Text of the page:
And those responses became the data for your map?
Yes. I fit the text into a mesh of equally sized squares so that each word or phrase landed in one or more boxes, so then a phrase like “pocky corses” in that particular piece of the Hamlet text would land in four boxes. The number of students who marked that as a problematic phrase correlated to a value. I think in that case it was 23 students out of 27 had marked “pocky corses” as “I have no idea what this is.” “Pocky corses” is basically diseased bodies — disgusting, rotted corpses. And what’s really cool about that particular phrase being so confusing to students is that it’s very vivid imagery, and because they don’t know that, and they can’t see it, it really deflates the text and makes it so much less interesting than Shakespeare wanted it to be. So it was a great case study phrase for my analysis here.
[Manager of the Geo-Processing Lab and Instructor in Geology and Geography] Eugenio Marcano helped me plug everything into ArcSoft, which is Geographic Information System software that you can use for all kinds of cool things in the geosciences. By taking those data points and transferring them from that mesh into the computer program, we were able to generate a digital 3D model [in which] the places where students had the lowest comprehension correlated to the highest elevation. Then I was able to generate a model of the student data and the faculty data and see where they agreed and disagreed, which highlighted some very interesting discrepancies.
What sorts of things did you find?
For one thing, students tended to think in words, and faculty tended to think in phrases. Students also highlighted a lot of Shakespearian contractions, whereas faculty undermarked those, relative to students. The final phrase in the piece of text that I selected was Horatio saying “e’en so,” and I think it was something like 22 students highlighted that, but only one out of six faculty members. So that was really interesting, and Amy Rodgers, my professor, said she wouldn’t have thought that contractions would be a sticking point. So that was useful for her.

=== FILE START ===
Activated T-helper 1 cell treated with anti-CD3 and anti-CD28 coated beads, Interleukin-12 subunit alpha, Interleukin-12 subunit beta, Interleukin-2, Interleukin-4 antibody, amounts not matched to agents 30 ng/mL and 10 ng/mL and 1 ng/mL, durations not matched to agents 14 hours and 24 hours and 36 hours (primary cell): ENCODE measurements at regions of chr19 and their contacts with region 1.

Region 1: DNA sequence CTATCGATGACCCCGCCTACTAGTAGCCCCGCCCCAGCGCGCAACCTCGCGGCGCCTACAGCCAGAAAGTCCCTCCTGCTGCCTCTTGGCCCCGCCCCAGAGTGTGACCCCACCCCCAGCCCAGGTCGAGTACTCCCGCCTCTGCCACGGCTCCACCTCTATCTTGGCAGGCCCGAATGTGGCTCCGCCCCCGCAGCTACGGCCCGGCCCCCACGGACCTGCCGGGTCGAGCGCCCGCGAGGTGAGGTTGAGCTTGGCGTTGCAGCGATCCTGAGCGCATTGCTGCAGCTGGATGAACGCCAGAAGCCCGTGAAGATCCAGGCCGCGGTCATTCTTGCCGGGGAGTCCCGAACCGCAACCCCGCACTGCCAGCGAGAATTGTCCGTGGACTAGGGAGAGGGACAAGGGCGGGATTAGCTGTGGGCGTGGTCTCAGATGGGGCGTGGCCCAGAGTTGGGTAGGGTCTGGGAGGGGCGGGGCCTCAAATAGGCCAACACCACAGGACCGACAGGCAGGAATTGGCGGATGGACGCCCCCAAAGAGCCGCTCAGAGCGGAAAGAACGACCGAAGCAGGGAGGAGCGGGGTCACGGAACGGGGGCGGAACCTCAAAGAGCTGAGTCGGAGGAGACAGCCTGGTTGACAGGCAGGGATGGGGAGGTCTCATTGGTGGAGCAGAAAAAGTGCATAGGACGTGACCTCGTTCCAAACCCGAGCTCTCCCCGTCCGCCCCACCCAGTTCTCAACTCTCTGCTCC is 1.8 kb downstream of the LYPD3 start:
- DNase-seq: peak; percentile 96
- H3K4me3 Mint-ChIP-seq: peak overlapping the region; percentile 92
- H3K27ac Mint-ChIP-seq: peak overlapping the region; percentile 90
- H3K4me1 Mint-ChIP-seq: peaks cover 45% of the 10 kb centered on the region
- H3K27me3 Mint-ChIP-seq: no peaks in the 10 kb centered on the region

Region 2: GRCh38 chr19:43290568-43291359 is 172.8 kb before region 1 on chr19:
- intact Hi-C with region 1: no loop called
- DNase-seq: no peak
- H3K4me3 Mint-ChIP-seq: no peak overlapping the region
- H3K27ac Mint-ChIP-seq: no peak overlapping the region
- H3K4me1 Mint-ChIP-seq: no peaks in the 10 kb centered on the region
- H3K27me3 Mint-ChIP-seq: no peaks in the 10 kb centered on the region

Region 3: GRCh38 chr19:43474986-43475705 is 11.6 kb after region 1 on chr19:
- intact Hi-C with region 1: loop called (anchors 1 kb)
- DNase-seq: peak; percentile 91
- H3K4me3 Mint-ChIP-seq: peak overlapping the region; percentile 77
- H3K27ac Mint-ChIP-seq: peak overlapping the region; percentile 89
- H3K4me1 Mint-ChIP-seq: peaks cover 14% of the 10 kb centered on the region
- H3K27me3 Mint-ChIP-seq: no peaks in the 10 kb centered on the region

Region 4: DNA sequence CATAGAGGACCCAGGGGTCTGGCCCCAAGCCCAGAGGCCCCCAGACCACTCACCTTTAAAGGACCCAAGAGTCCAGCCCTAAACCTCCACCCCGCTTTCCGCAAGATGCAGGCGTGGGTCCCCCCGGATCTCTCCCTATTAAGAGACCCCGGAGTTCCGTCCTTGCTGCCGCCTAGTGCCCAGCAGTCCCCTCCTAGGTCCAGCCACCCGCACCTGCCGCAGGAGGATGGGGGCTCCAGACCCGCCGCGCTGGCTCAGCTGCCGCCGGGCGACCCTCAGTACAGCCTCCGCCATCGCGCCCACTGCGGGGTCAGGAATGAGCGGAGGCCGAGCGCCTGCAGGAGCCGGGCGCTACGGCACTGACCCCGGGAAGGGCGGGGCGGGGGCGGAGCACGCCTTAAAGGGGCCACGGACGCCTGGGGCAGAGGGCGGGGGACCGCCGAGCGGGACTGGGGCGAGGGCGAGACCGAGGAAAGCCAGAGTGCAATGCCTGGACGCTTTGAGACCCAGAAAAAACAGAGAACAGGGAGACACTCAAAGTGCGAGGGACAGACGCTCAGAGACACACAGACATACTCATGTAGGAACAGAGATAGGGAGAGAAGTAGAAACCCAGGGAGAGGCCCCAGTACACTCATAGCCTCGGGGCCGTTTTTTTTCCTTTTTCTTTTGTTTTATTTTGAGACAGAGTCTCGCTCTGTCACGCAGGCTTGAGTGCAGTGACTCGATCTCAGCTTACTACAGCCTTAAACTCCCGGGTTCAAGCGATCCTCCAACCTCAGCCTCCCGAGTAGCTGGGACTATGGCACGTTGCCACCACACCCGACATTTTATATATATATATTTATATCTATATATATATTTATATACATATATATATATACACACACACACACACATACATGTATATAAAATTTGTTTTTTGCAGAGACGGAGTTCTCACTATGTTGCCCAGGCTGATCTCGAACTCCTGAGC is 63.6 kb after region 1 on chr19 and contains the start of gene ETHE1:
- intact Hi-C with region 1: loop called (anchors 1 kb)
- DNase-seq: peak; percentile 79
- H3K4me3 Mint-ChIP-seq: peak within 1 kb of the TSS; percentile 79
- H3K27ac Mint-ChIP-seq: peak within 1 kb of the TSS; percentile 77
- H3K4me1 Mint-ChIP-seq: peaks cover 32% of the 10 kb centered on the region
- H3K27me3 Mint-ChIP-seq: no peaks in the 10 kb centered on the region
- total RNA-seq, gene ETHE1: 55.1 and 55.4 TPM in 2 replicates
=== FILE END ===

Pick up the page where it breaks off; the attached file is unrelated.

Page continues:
How did you bring the Makerspace into it?
Once I had those 3D digital models, I was able to go to the Makerspace and 3D-print them, and then you actually have a physical model that — in my perfect world, if I were a teacher — would be a really cool lesson plan to do with a class of students. [With a project like this] now you’ve engaged the students who are interested in geosciences and 3D-printing and emerging technologies and data manipulation, and you’re also engaging tactile learners and visual learners, not just book learners. Because now you have an actual physical model where you can say, “This is Shakespeare. These mountains, these ridges, these valleys. This is Shakespeare. And what does all of this mean?”
What does all of this mean?
I’m still a little stuck on how practical it could be in most classrooms, because most classrooms don’t necessarily have access to geoscience technologies or a 3D printer! But I think as a case study, for me the take-home was that, if I, as a geek for geosciences, can somehow weave Shakespeare into that interest, then I think there are certainly ways to make Shakespeare interesting to students in their own niches. In the future I hope I can use this project as a model to help students engage with Shakespeare through their own interests, whether in computer science or football or tabletop gaming or dance — anything is possible.
—By Abe Loomis
Abe Loomis is a freelance writer based in western Massachusetts. Contact him at email@example.com.
July 29, 2019